hotel canada 1922We’ve come across Mr Muller before in the context of the Palace Hotel on West Hastings. We thought Emil Guenther might have designed that hotel too, so the two knew each other before the architect tried his luck in California. In 1899 Henry Hyndman of 1075 Burnaby St and Anna Maria Hyndman (wife of Thomas Hyndman) had bought 320 acres of CPR land at $3.00 an acre. In 1901 Thomas B Hyndman and John A Hyndman were both living on East Hastings, and Thomas was working for R G Buchanan Co who sold crockery on Westminster Avenue. Thomas was recorded in the 1901 census as a merchant. In 1904, when he was also active in real estate development, he was vice-president of Woodwards stores. In 1908 Thomas was in real estate, and he and Anna lived at 1075 Burnaby. Thomas Hyndman in 1911 was aged 61, shown as retired and living at 1220 Barclay Street with his wife Anna, and their 29 year old son, John. A 64 year old English gardener, Richard Buckle, and  a Swedish servant, Hilda Friedstrum completed the household. Both parents were born in Ontario and John was born in Manitoba.

We can’t work out exactly what the business arrangement was that saw Thomas Hyndman obtain a permit for a big new hotel (when the economy was slowing down significantly). It appears that an established hotelier, Charles Muller, took the development on, only to see it revert to Mr. Hyndman within a very few years. No doubt the economy, the war and Mr. Muller’s nationality might all have had a part in the situation. Once the war was over, the Lock Financial Corporation were owners of the hotel, managed by T H Lock. In 1930 the name had been switched – the Hotel Canada was run by J Wyard.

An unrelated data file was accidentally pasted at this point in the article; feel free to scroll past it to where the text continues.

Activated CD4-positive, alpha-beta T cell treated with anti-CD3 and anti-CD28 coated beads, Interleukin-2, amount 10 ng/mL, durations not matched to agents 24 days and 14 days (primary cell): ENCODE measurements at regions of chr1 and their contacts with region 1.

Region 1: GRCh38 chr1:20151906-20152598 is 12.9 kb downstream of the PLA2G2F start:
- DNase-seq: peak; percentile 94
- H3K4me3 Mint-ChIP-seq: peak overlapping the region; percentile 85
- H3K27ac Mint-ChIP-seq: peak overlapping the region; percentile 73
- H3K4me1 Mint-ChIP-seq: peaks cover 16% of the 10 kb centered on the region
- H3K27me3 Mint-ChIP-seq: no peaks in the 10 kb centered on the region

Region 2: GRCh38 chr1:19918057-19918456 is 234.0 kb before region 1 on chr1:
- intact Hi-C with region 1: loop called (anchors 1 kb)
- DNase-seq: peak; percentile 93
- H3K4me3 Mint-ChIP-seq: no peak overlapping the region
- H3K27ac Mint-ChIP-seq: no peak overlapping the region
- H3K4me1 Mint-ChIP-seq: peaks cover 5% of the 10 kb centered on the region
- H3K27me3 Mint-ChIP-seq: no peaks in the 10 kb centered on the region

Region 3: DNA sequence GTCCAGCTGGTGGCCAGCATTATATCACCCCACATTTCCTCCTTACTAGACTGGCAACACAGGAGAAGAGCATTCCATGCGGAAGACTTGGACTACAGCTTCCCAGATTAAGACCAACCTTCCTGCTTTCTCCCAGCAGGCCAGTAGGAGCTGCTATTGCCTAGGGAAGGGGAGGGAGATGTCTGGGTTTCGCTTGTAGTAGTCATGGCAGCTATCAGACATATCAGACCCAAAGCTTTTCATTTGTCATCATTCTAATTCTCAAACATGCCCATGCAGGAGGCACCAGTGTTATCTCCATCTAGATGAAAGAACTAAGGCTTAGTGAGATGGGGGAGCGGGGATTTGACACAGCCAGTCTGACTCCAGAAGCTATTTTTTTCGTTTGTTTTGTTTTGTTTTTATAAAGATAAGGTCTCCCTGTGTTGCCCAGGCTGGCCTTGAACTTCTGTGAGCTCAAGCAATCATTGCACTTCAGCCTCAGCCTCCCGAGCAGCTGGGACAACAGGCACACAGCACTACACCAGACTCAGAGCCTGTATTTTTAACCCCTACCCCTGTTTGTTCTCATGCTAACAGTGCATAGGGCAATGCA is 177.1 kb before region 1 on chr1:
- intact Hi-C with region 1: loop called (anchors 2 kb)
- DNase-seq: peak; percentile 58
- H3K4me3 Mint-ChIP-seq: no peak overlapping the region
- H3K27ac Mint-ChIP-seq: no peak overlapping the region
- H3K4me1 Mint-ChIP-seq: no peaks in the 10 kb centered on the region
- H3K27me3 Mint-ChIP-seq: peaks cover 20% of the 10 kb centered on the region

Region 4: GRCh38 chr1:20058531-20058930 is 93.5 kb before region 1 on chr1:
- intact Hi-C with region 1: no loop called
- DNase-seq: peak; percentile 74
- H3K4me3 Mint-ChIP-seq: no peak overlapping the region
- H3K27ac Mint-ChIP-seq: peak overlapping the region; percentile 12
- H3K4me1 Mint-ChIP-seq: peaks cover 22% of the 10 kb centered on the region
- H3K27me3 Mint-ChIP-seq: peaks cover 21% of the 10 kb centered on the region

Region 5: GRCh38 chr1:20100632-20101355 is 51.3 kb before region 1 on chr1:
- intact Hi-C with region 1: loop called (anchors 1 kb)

Marble Arch Hotel 1

Over the years the hotel changed names at least twice more, from 1937 it became the Merritt Gordon Hotel, and from 1941 the Marble Arch. Merritt Gordon was previously the owner of the Invermay Hotel, where we looked at his history. As the Marble Arch, the hotel became increasingly run-down, with the beer parlour one of many in the city that added strippers to bring in clients (said to be at the lower end of the ‘class’ scale). The hotel even got a name check in 1987 when Mötley Crüe named it in its hair-metal anthem “Girls Girls Girls”. Tommy Lee and Vince Neil are said to have spent some time in the bar during the Crüe’s platinum years (our image was probably taken around that time, when the Ollison Block had been demolished). The bar became associated with biker gangs, and a drug deal in the hotel led to successful prosecution of the dealers. A new owner closed the bar in 2002, and by 2013 there were more structural code problems identified with the hotel than any other building in the city. With the recent multi-million dollar structural renovation, and a switch to an earlier name, the building has a much more promising future.

Image source: City of Vancouver Archives  CVA 778-372.

0459